In the Voyager image, three relatively bright arcs can be seen in the D ring (the bright arc in the lower left of frame is the C ring). Most dramatically, the central and brightest arc has faded markedly and moved 200km closer to Saturn (the arc no longer lines up with the Voyager image).

Origin of the rings

We know that the rings are mostly made of water ice, but it’s not clear how they formed or even how old they are.

The fact that they are still bright, rather than coated in dust, suggests a young age – perhaps just 100 million years old, placing their formation in the time of the dinosaurs.

This is consistent with Cassini data, but this theory also presents a problem: it means that a previous collection of moons had a fairly recent and mighty smash-up, creating the rings and five of Saturn’s current-day moons.

A true colour image of Saturn’s rings. The bright dot above and to the right of centre is the planet Venus.
NASA/JPL-Caltech/Space Science Institute

Alternatively, Cassini has also shown that there is a lot less dust entering the Saturn system than was originally expected. This makes it possible for the rings to be both ancient and bright, having formed early in the life of the Solar System. Furthermore, interactions within the rings might dust them off and keep them looking young.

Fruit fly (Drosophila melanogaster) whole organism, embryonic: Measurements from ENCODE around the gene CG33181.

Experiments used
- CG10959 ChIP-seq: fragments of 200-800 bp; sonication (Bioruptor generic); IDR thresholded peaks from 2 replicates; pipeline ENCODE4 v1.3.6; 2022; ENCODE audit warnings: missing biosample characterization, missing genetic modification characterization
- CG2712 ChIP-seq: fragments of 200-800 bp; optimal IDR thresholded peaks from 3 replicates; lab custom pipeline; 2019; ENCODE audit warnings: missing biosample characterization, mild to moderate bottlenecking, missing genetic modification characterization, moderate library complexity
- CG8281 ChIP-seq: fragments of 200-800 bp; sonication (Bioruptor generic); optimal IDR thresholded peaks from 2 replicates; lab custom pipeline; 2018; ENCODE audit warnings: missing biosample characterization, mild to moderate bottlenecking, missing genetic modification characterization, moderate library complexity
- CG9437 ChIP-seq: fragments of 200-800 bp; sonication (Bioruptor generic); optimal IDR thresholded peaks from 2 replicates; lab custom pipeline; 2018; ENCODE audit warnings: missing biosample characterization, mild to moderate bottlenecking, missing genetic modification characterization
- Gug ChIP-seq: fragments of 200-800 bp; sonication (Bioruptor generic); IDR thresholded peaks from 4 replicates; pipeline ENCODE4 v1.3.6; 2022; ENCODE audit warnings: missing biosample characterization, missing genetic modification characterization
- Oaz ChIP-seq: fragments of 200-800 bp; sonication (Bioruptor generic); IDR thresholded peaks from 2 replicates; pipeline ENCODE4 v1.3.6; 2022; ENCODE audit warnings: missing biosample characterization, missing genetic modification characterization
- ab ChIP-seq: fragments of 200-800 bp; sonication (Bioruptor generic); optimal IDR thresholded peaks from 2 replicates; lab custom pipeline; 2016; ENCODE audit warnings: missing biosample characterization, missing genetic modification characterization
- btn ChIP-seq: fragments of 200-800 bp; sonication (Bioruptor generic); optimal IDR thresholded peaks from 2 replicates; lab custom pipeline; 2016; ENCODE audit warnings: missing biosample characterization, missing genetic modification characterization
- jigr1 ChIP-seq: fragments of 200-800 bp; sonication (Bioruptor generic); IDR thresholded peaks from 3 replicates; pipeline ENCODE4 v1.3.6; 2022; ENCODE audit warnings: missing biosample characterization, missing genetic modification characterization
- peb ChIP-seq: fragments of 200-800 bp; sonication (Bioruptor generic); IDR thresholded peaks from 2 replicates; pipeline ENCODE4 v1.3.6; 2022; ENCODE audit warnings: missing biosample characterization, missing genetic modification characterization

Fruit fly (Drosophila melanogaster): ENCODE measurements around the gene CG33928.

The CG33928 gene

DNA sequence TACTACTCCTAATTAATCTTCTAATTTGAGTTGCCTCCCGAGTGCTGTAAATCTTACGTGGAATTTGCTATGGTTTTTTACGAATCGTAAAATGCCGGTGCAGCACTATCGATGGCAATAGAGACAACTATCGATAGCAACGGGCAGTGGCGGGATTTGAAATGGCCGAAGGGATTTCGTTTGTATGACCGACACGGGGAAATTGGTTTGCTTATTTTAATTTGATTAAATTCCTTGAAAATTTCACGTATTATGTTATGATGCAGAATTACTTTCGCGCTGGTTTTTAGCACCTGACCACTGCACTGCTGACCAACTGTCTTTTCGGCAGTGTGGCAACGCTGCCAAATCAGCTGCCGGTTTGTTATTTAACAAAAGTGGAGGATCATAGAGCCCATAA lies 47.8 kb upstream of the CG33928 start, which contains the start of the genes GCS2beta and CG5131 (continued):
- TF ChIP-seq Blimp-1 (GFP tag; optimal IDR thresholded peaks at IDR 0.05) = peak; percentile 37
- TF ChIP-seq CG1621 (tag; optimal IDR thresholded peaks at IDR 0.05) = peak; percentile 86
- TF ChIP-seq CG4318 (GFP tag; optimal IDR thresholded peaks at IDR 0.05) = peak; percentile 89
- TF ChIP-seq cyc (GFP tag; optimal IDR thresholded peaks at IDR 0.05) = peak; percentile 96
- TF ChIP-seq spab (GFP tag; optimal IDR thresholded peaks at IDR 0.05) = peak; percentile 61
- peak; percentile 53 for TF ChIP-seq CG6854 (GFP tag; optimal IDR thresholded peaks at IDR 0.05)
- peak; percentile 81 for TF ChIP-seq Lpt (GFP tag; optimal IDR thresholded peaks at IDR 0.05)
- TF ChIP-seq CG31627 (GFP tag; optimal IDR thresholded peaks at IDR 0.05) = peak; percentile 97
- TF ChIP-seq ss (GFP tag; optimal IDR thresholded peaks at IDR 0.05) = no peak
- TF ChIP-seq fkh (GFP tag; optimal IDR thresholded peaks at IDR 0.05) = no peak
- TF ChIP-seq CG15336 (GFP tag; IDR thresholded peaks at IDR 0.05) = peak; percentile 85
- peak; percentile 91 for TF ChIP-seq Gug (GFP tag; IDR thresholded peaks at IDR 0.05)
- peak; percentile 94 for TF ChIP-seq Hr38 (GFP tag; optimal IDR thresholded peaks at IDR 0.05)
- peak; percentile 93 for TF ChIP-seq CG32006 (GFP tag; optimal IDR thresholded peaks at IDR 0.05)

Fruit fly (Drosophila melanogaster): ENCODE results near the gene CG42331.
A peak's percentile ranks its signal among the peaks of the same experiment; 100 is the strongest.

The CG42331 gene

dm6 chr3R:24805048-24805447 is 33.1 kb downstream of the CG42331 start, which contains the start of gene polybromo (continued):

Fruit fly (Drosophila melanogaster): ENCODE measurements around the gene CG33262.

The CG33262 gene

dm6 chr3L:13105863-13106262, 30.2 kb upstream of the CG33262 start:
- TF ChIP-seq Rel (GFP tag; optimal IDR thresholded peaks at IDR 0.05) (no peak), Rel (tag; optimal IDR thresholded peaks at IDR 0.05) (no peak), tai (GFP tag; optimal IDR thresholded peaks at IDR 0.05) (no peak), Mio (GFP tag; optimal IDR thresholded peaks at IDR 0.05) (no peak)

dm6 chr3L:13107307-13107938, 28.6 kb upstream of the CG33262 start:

Finger on the source

For Saturn’s outermost E ring the source is pretty clear. The moon Enceladus orbits within this ring and Cassini observations have directly traced features in the ring back to geysers erupting from Enceladus’s surface.

Direct observations are well-matched with computer simulations that model the trajectories of tiny icy grains ejected from Enceladus’s geysers.
NASA/JPL-Caltech/Space Science Institute

While in the faint F ring, the moon Prometheus creates streamer-channels, drawing material out of the ring.

Prometheus interacts with the ring once every orbit, when it reaches the point that takes it furthest away from Saturn and closest to the F ring. As Prometheus orbits faster than the ring material, a new streamer is created that is ahead of the old one with every orbit.

A series of streamer-channels drawn out by the moon Prometheus.
NASA/JPL/Space Science Institute

Bulging waistlines

Several of Saturn’s smaller moons reside within and carve out gaps in the rings, and Cassini has shown them to have bulges around their middles.

The moon Pan was responsible for clearing the A ring’s large Encke Gap. As it collects the ring material, Pan’s gravity is not strong enough to spread the accumulated matter across its surface, and instead a striking ridge develops.

Gorging on material from Saturn’s rings these moons have grown round around the middle. NASA/JPL-Caltech/Space Science Institute